UBS economist Paul Donovan shows that governments can’t inflate their way out of debt traps:
Inflation pessimists cling resolutely to the belief that inflation will inevitably return. “Fiscal deficits are rising dramatically” goes the argument. “Governments will have to create inflation to reduce debt: GDP ratios, as they have done in the past.”
The problem with the idea of governments inflating their way out of a debt burden is that it does not work. Absent episodes of hyper-inflation, it is a strategy that has never worked. Government debt: GDP burdens tend to be positively correlated with inflation. Market mythology has created the idea that inflation will help reduce government debt ratios. The facts do not support the myth. [G]overnment debt rises as inflation rises. Meaningful reductions in government debt will require a low inflation future…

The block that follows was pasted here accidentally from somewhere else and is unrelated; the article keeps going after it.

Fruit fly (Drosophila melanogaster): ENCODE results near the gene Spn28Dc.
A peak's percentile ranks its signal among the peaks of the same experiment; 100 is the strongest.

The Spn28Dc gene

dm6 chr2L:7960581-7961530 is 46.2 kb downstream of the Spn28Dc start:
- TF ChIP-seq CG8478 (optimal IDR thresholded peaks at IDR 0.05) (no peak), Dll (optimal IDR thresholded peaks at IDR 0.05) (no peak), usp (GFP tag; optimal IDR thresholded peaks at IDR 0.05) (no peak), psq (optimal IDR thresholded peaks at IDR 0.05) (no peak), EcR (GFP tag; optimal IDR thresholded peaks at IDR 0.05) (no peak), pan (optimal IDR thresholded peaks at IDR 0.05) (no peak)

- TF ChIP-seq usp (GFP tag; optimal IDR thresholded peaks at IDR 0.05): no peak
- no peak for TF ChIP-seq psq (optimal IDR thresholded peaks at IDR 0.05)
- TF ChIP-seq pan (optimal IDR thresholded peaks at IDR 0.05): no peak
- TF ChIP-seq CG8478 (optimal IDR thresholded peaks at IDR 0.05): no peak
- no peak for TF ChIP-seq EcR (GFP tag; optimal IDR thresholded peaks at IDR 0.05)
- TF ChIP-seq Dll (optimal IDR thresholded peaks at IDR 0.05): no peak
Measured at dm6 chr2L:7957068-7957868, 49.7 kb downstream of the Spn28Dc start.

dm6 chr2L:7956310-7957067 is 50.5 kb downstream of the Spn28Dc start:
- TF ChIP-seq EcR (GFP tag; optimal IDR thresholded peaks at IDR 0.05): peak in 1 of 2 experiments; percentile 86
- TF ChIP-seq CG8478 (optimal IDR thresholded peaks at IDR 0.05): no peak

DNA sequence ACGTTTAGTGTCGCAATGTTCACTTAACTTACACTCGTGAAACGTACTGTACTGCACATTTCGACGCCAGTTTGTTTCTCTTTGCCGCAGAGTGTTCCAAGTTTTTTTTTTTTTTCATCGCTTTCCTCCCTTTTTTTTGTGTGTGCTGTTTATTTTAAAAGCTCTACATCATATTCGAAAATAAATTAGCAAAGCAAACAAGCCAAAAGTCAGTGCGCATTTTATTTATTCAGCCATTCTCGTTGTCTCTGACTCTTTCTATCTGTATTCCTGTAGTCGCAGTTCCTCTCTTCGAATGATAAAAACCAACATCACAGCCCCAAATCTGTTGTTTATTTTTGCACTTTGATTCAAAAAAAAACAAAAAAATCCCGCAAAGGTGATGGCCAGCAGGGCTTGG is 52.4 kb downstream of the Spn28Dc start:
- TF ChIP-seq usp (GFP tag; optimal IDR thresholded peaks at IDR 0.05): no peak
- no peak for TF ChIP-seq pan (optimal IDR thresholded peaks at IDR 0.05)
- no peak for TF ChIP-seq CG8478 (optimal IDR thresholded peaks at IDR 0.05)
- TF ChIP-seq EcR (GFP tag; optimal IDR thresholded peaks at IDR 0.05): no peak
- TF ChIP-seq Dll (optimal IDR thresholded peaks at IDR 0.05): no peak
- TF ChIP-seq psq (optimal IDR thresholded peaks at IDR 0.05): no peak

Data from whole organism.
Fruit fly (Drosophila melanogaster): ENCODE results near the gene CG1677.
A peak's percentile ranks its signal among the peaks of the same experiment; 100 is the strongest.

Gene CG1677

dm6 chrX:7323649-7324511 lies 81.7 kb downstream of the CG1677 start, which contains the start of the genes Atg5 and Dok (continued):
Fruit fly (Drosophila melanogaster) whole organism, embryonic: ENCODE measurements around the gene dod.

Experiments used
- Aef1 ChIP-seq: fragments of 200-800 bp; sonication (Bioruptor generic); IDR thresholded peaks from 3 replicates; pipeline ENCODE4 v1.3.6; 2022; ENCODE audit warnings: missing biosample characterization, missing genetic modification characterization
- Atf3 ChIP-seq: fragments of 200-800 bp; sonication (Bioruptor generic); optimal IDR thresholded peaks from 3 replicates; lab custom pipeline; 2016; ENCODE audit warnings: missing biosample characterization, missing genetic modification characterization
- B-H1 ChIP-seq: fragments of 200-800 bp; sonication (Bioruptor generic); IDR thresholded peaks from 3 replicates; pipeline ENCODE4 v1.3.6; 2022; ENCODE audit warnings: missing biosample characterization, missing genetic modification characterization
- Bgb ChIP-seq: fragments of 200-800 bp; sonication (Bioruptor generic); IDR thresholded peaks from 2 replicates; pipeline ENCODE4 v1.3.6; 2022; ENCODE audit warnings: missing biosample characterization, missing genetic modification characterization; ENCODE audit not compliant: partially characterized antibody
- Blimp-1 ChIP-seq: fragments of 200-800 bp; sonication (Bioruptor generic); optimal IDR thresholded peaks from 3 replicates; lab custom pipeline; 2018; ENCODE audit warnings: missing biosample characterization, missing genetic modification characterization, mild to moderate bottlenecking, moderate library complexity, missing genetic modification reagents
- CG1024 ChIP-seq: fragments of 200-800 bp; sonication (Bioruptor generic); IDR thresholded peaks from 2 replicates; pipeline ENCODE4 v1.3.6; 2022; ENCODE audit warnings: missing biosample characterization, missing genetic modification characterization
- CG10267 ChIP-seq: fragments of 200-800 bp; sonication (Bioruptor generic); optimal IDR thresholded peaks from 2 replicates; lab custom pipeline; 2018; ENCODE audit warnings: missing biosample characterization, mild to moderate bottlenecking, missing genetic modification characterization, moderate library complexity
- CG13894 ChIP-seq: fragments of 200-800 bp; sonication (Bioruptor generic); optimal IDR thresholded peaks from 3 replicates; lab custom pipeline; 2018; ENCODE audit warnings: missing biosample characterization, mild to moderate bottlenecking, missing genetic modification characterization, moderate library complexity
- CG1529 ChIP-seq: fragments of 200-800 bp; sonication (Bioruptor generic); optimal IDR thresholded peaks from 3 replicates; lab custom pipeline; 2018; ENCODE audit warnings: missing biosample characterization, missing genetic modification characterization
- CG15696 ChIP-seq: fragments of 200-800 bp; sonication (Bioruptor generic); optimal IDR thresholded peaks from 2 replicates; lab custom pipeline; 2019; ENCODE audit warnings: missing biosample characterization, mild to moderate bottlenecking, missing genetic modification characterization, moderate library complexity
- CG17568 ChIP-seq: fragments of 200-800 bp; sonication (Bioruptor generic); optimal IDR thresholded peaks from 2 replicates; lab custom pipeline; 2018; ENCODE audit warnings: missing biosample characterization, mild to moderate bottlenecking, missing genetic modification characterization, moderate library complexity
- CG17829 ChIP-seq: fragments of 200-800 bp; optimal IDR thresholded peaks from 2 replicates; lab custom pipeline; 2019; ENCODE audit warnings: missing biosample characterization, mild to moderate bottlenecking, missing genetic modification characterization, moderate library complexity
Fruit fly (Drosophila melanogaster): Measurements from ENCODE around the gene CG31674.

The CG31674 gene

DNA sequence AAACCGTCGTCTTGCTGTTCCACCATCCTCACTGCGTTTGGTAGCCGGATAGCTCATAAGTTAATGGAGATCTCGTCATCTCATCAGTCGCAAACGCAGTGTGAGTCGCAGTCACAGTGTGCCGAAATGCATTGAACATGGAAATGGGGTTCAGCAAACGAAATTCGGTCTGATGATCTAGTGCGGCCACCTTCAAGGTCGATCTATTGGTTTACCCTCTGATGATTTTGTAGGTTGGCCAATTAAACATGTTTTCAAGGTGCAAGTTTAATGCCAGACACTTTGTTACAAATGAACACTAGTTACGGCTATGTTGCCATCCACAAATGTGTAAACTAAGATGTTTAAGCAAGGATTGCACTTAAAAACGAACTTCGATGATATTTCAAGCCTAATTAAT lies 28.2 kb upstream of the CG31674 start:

The higher debt service cost becomes a problem for a government that is pursuing an inflation strategy because government debt does have to be rolled over. Unless a government is willing to pursue hyper-inflation as a strategy, raising inflation will not reduce the government debt burden. Indeed, history indicates that the reverse result will be achieved.
So if inflation isn’t the ticket out of the debt trap, what is?
According to Ellen Brown, even countries which are so deep in debt that they are bankrupt have regained prosperity by taking over the money and credit creation functions from private banks. See this and this.
Abolishing the Fed and the other private central banks and reclaiming the sovereign power to create money may be the only way out of the debt trap.